Dec 30, 2011 Bruce rated it 3 of 5 stars  ·  review of another edition
Recommends it for: fans of Sondheim, poetry, or musical theater
Look, I Made a Hat completes the publication of Sondheim’s collected lyrics, picking up where Finishing the Hat left off and then backfilling those gaps in the record Sondheim deemed noteworthy: incidental songs from movies, unproduced shows (including selected examples of juvenilia), and ditties he wrote to fete friends at birthday parties, pageants, and salons. As with the earlier book, Sondheim not only annotates and contextualizes his lyrics, but throws in assorted essays on various subjects ...more
The first volume followed Sondheim’s career from the beginning to 1980, and so it benefitted from the logical progression and growth of his experiences. This second one was a little less compelling for me because, although it contains two of my favorites (Into the Woods and Sunday in the Park), there is also a long section on the various iterations of Road Show plus bits and pieces from musicals that were never made, and individual songs for movies. I found myself skimming these parts; although ...more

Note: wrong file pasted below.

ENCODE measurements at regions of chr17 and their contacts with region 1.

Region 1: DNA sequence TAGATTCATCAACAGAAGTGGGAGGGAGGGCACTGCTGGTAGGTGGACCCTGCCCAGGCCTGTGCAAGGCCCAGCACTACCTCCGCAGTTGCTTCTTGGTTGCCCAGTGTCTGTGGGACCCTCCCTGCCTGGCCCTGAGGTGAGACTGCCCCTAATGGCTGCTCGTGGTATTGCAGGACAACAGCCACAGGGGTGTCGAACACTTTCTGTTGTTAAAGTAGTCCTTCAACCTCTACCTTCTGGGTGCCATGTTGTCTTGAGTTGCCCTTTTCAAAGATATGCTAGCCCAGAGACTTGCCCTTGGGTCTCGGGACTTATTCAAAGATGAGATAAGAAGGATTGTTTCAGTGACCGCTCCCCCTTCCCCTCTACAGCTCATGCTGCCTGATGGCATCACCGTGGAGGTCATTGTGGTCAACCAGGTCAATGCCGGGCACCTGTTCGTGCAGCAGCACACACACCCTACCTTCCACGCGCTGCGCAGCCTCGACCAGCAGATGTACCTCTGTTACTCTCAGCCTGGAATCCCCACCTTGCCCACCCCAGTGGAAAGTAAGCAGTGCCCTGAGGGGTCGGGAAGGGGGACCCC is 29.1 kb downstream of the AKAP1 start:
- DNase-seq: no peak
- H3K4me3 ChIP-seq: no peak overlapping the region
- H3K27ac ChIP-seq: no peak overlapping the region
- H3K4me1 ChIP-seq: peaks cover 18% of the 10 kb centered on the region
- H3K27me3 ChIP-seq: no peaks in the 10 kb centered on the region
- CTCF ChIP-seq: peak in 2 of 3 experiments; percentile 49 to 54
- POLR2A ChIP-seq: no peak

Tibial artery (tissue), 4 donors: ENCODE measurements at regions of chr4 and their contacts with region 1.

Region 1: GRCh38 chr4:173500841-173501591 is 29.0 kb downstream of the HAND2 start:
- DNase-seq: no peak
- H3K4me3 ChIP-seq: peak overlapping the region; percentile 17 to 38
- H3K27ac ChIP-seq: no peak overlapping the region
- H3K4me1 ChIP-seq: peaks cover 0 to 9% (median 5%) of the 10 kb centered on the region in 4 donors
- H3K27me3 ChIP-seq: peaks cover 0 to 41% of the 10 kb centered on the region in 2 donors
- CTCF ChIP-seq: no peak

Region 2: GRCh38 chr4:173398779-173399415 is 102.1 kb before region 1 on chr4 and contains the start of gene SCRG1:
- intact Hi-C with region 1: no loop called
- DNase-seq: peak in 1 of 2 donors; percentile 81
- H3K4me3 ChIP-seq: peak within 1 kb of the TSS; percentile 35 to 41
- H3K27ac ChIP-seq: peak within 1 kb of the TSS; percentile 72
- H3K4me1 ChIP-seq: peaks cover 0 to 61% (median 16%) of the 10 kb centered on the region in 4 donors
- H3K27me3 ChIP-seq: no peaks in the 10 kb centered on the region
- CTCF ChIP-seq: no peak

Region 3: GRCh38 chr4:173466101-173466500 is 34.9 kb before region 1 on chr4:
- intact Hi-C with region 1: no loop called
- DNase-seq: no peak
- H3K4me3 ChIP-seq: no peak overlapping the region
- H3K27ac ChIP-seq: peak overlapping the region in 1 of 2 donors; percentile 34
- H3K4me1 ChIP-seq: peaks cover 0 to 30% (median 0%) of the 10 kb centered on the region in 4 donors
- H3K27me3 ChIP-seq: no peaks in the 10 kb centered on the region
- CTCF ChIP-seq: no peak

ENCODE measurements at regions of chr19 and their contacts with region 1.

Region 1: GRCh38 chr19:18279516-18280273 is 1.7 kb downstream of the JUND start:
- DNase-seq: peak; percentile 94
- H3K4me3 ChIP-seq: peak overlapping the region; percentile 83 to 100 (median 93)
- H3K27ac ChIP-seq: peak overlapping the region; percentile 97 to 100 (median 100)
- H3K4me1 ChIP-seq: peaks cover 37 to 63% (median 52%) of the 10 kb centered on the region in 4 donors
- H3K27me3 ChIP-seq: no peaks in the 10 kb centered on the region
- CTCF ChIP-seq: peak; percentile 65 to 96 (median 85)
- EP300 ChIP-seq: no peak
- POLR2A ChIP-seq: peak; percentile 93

This and his previous volume, Finishing the Hat: Collected Lyrics, 1954-1981, With Attendant Comments, Principles, Heresies, Grudges, Whines, and Anecdotes are a must for any serious student or fan of Stephen Sondheim. The sidebars are fewer in this volume, but there's a lot of odds and ends, plus a fascinating chapter where you see a musical evolve through several workshops and productions.
The tone of this second volume seemed to me a bit more reflective, and even regretful in places. But there was still plenty of Mr. Sondheim's wit and some fascinating recollections of the talented people he knew and worked with. The section about the work that became Road Show had an interesting feature for me: it started out interesting in the first incarnation, dragged through the permutations of Bounce, and then became really absorbing by the time the finished product came along. At the end o ...more